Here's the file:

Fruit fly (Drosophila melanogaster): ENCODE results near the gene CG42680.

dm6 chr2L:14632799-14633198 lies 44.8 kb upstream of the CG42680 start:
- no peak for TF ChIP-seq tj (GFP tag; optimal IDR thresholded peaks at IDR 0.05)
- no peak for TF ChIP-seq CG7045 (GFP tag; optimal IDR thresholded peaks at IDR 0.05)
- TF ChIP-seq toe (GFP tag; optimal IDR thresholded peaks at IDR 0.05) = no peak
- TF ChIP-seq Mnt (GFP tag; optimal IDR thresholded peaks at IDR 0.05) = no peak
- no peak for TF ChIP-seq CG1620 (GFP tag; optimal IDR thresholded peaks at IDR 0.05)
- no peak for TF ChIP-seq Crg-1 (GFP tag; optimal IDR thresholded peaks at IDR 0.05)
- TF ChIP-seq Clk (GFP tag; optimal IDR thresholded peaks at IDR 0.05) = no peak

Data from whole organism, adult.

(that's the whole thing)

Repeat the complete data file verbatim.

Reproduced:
Fruit fly (Drosophila melanogaster): ENCODE results near the gene CG42680.

dm6 chr2L:14632799-14633198 lies 44.8 kb upstream of the CG42680 start:
- no peak for TF ChIP-seq tj (GFP tag; optimal IDR thresholded peaks at IDR 0.05)
- no peak for TF ChIP-seq CG7045 (GFP tag; optimal IDR thresholded peaks at IDR 0.05)
- TF ChIP-seq toe (GFP tag; optimal IDR thresholded peaks at IDR 0.05) = no peak
- TF ChIP-seq Mnt (GFP tag; optimal IDR thresholded peaks at IDR 0.05) = no peak
- no peak for TF ChIP-seq CG1620 (GFP tag; optimal IDR thresholded peaks at IDR 0.05)
- no peak for TF ChIP-seq Crg-1 (GFP tag; optimal IDR thresholded peaks at IDR 0.05)
- TF ChIP-seq Clk (GFP tag; optimal IDR thresholded peaks at IDR 0.05) = no peak

Data from whole organism, adult.